- Maximilien Luce
- signed Luce and dated 92 (lower left)
- oil on canvas
Family of the artist
Acquired from the above by the present owner
Paris, Galerie de la Gazette des Beaux-Arts, Seurat et ses Amis, la Suite de l'Impressionnisme, 1933-34, no. 32
Saint-Germain-en-Laye, Musée du Prieuré, L'Éclatement de l'Impressionnisme, 1982-83, no. 21
Paris, Musée Marmottan, Maximilien Luce, 1983
Pontoise, Musée Tavet, Musée Pissarro, Maximilien Luce, 1987, no. 21
Paris, Galerie H. Odermatt - Ph. Cazeau, Maximilien Luce, époque néo-impressionniste 1887-1903, 1987-88, no. 23
Jean Sutter, Luce: Les Travaux et les jours, Lausanne, 1971, illustrated p. 9
Philippe Cazeau, Maximilien Luce, Paris, 1982, illustrated p. 63
Jean Bouin-Luce & Denise Bazetoux, Catalogue raisonné de l'œuvre peint, Paris, 1986, vol. I, illustrated p. 75; vol. II, no. 952, illustrated p. 238
'Maximilien Luce has always displayed little concern for theory. The principles of tonal contrasts are subordinate to the strength of his personality and his impressions'
Charles Saunier, 'Salon des Indépendants', La Plume, 15th April 1893, p. 171, translated from the French
Painted in 1892, at the height of Maximilien Luce's neo-Impressionist period, Saint Tropez, Route du cimetière is among the artist's most exquisite depictions of the Mediterranean landscape. Invited to spend the summer of 1892 with Paul Signac in Saint Tropez (fig. 1), Luce was dazzled by the beautiful light of the South of France having spent the duration of spring with Camille Pissarro in misty London. Possessed of an extraordinary luminosity, this rich, shimmering landscape is testament to Luce's distinctive mastery of the neo-Impressionist trademark style, divisionnisme. As Denise Bazetoux, author of Luce's catalogue raisonné, notes in praise of the present work: 'Route du Cimetière brilliantly reproduces the light and contrasting colours of the Mediterranean with a broadly divided brush-stroke: luminous blue for the sky, deep blue for the sea, but also greens, ochres and shady violets for the ground' (Denise Bazetoux, Maximilien Luce, Catalogue de l'œuvre peint, Paris, 1986, vol. I, pp. 71-76). The overall visual effect is of great unity, warmth and charm as a lone man strolls along a coastal path next to a marine cemetery from which Saint Tropez, Route du cimetière derives its full title.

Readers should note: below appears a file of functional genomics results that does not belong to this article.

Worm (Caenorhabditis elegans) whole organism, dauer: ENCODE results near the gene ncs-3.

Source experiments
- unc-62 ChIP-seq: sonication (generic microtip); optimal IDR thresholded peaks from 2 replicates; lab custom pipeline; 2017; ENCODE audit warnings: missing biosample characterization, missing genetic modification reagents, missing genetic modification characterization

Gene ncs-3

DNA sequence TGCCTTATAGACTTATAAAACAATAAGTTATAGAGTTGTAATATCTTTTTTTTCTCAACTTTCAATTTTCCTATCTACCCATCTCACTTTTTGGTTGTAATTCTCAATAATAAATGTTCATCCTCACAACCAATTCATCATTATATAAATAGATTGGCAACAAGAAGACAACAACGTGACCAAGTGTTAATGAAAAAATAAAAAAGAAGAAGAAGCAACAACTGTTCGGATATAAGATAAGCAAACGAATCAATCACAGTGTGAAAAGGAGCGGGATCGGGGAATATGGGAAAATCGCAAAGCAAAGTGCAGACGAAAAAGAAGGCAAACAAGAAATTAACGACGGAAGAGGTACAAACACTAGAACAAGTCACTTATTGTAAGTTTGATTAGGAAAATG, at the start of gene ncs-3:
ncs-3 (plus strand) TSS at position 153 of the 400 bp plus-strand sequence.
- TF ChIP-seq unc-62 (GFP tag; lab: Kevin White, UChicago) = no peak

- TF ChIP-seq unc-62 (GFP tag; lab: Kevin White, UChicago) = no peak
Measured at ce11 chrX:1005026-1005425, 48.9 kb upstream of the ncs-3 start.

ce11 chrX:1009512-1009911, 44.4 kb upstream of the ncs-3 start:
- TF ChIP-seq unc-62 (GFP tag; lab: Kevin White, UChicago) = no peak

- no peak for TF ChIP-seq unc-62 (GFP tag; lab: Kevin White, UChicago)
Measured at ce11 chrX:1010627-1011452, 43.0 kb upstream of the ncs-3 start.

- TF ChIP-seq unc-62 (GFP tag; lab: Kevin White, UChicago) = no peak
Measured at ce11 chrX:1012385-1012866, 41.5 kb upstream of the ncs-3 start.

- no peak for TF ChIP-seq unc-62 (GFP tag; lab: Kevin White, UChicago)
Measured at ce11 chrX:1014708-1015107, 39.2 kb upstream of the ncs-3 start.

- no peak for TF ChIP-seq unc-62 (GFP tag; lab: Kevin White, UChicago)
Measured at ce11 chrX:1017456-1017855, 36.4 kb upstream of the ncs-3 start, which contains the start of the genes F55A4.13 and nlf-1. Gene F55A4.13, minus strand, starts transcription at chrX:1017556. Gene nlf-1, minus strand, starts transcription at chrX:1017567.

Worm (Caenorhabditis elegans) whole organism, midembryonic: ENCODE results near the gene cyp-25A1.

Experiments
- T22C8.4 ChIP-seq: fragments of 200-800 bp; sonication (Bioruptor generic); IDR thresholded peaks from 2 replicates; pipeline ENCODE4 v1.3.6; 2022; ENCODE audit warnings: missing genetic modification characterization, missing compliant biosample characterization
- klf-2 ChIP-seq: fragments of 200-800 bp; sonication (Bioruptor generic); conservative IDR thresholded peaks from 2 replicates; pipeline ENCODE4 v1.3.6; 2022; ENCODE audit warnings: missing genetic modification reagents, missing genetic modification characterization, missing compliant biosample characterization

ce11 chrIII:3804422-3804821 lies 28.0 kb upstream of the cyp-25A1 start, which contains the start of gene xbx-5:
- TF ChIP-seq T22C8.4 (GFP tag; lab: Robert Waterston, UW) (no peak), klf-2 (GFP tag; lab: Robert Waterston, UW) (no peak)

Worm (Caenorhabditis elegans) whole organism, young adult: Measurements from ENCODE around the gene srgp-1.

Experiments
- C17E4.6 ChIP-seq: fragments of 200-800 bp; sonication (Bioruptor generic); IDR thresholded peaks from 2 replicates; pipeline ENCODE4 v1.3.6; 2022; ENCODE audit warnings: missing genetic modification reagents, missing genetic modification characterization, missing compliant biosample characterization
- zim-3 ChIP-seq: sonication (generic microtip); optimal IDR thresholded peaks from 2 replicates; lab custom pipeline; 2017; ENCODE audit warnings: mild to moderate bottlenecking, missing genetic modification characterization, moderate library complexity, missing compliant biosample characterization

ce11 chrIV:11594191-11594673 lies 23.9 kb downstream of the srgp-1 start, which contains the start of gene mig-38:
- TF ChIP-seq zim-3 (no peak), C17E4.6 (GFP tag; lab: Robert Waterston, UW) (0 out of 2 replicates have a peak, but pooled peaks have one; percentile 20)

Made famous by Georges Seurat's Un dimanche après-midi à l'Île de la Grande Jatte at the 1886 Salon des Artistes Indépendants, divisionism was based on the theory that by placing tiny brushstrokes of pure contrasting hues next to each other on the canvas, tones could be mixed optically by the observer rather than on the palette and that this would enable the artist to create an exceptionally radiant effect of light. Having trained as a draughtsman and an engraver, Luce excelled at the exactitude required by this style and by the early 1890s he was already beginning to assimilate and apply all the subtleties of execution that were to differentiate his art from the other neo-Impressionists. The instinctive nature of Luce's touch and high colour harmonies are instantly recognisable in Saint Tropez, Route du cimetière, as the critic Charles Saunier notes in his review of the 9th Salon des Artistes Indépendants in 1893 where the present work was exhibited: 'M. Maximilien Luce has always displayed little concern for theory. The principles of tonal contrasts are subordinate to the strength of his personality and his impressions. His canvases, for their vigour and their rendering, are far superior to the creations of the majority of his friends' (Charles Saunier, 'Salon des Indépendants', La Plume, 15th April 1893, p. 171, translated from the French).
Invited to participate in the 9th Salon des Artistes Indépendants in 1893 (fig. 2), Luce chose to exhibit the present work alongside another painting from his time in Saint Tropez as well as two views of London. The art critic Félix Fénéon, who had coined the term neo-Impressionism, was delighted with the contrast. Using the colloquial style favoured by the publication, Fénéon wrote in the anarchist paper La Père Peinard: 'Rattling good oils by Luce. To start with, you're in the South: the sun is beaming down, if it goes on, the sea with (sic) be boiling like soup. Then whoosh, old fellow Luce takes us elsewhere. Gone the sun! Fog! Gone the Mediterranean, here comes the Thames. But whether among the English or among the garlic gobblers, Luce knows the ropes' (quoted in D. Bazetoux, Maximilien Luce, Catalogue de l'oeuvre peint, Paris, 1986, vol. I, p. 71).
Fénéon's droll review points to the immersive qualities of this work; we feel drawn up this winding road, where we can almost feel the sun on our backs, only to be cooled by a sea breeze blowing across the turquoise waters.